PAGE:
Abby Wambach was U.S. Soccer’s player of the match, but it was the third corner kick that had been converted against Nigeria this tournament. As we highlighted before the match, the Super Falcons’ defending from corners was consistently poor, leaving a certain era of inevitability around a Wambach goal. In other facets of the game, Wambach alternated between productive (providing her typical connection between midfield and attack) and lethargic (unable to help on counters, and at times not pursuing defenders and deep midfielders when Nigeria was in possession).
And then there’s turf, which Wambach claims is costing her goals:
The turf isn’t the problem. Abby’s just 35. It happens. She’s not as explosive as she used to be, so opportunities that used to be hit with world-class precision now sometimes bounce meekly at the goalkeeper. Aging sucks.
As for Alex Morgan, the movement and awareness was amazing. She put herself in positions that Wambach, Leroux and Press just don’t, and if she remains healthy, her instincts alone will create space behind her for the likes of Wambach, Megan Rapinoe, and Carli Lloyd.
But for a player that hadn’t started a competitive game since April 11, the rust was thick:
It’s not hard to see how Morgan can (and, perhaps, is likely to) improve.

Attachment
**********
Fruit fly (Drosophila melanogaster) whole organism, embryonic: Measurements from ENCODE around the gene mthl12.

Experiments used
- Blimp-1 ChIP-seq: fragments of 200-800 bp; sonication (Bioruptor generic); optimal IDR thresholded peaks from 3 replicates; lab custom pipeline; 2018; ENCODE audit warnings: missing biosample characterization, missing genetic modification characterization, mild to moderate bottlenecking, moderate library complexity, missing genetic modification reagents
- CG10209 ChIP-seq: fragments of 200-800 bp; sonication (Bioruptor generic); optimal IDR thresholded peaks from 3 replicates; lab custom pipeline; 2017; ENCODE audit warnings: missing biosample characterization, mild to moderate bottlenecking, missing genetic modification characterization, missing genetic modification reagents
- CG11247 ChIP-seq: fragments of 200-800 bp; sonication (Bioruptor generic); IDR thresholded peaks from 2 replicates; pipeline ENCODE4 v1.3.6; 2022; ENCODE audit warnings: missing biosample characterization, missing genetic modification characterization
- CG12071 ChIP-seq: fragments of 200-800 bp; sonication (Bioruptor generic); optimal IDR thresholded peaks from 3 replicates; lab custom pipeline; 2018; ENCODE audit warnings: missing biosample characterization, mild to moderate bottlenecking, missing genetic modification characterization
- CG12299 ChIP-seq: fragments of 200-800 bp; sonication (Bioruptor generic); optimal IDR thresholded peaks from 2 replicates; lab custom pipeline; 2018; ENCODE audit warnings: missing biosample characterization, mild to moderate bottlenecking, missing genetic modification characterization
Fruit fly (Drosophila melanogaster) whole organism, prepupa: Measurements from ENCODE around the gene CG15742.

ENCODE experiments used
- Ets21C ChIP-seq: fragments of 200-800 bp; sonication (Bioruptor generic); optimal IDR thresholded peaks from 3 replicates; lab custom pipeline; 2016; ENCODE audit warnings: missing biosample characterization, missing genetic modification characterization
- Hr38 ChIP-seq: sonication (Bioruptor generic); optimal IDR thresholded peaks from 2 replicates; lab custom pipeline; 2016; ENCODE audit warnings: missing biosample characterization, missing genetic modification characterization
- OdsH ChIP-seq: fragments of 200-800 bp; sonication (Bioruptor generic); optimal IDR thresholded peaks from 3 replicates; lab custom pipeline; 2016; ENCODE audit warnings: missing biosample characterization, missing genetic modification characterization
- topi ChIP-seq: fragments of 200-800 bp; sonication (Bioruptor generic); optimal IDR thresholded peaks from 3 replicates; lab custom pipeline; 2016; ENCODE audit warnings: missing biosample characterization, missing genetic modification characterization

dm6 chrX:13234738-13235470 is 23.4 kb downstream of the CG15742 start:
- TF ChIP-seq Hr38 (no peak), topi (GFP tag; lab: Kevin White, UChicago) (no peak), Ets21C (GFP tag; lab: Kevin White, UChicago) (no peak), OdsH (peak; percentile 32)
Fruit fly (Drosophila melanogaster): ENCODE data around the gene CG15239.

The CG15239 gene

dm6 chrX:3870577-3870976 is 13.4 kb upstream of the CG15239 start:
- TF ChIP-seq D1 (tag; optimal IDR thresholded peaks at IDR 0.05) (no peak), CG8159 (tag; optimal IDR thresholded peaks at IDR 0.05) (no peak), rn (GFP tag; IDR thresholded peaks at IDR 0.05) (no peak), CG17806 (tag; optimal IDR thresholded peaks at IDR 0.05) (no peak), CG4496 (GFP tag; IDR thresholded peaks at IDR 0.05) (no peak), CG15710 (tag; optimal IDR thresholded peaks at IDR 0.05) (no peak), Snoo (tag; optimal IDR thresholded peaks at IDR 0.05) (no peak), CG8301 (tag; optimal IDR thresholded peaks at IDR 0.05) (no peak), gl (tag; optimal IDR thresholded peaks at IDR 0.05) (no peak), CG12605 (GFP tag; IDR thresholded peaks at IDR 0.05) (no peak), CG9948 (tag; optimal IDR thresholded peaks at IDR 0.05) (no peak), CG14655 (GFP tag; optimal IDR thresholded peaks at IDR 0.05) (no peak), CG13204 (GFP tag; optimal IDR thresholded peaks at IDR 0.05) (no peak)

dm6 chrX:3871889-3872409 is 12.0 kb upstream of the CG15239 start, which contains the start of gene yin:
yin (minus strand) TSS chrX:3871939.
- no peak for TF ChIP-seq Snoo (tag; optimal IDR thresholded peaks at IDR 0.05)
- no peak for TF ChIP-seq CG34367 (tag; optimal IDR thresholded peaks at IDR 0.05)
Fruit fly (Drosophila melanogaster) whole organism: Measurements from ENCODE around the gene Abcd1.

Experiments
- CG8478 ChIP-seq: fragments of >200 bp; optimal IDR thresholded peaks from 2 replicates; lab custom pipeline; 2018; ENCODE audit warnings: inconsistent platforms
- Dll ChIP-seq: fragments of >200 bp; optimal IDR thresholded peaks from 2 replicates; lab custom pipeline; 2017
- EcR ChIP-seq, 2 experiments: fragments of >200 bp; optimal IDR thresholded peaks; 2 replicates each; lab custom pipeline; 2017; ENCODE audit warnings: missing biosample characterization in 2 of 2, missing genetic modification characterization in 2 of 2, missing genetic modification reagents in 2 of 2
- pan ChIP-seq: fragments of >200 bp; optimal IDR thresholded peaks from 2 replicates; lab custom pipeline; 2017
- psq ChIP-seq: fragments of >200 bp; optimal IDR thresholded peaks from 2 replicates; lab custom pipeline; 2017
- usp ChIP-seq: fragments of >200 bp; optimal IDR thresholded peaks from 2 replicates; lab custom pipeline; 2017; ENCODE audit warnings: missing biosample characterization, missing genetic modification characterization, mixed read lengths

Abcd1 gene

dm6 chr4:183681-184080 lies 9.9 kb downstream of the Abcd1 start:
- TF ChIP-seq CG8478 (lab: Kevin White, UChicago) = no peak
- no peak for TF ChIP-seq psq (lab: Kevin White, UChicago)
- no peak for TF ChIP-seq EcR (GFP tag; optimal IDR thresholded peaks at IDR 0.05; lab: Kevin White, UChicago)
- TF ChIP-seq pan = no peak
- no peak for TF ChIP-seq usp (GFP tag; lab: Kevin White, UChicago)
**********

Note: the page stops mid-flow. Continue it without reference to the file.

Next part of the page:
As for Sydney Leroux, she made an instant impact, drawing a second yellow card from a Nigerian defender to end most of the Super Falcons’ hopes of finding an equalizer:
But there were also glimpses of her limitations. Leroux’s skill level remains a concern, and overrunning the ball on this potential late breakaway wasted what could have been a good scoring chance:
I’m going to keep coming back to this refrain: The U.S. forward corps is less a robust attacking juggernaut than a set of very specific tools to mix and match as needed. The depth is still enviable, but there is not Célia Šašić or Lotta Schelin in this group. Any world domination is will likely be less about individual brilliance and more a product of the team’s broader improvement.
Pre-tournament perception: Weakness, if a relative one
In-tournament reality: Solid, but problematic
Nobody seems to like the lack of creativity from the U.S.’s midfield; specifically, from Carli Lloyd and Lauren Holiday. But it’s been nearly a generation of players since the U.S. has needed creators from the middle of the park. Instead, the Americans have relied on playmakers wide, or from forwards dropping into midfield, or pure speed over the top. That the approach remains unchanged makes it slightly unfair to judge Lloyd and Holiday on a hypothetical standard.
At this point, it’s almost become cliché to harp on the midfield problems in terms of alternative approaches. Of course the U.S. could do something different, and it’s really easy to make a hypothetical case for another approach (I think I did this yesterday with the forwards), but there is no universal law that says a two-women midfield can’t work. Instead, we should focus on what Lloyd and Holiday are being asked to do, whether they’re doing that, and how the U.S. staff might be accounting for its formation’s shortcomings elsewhere.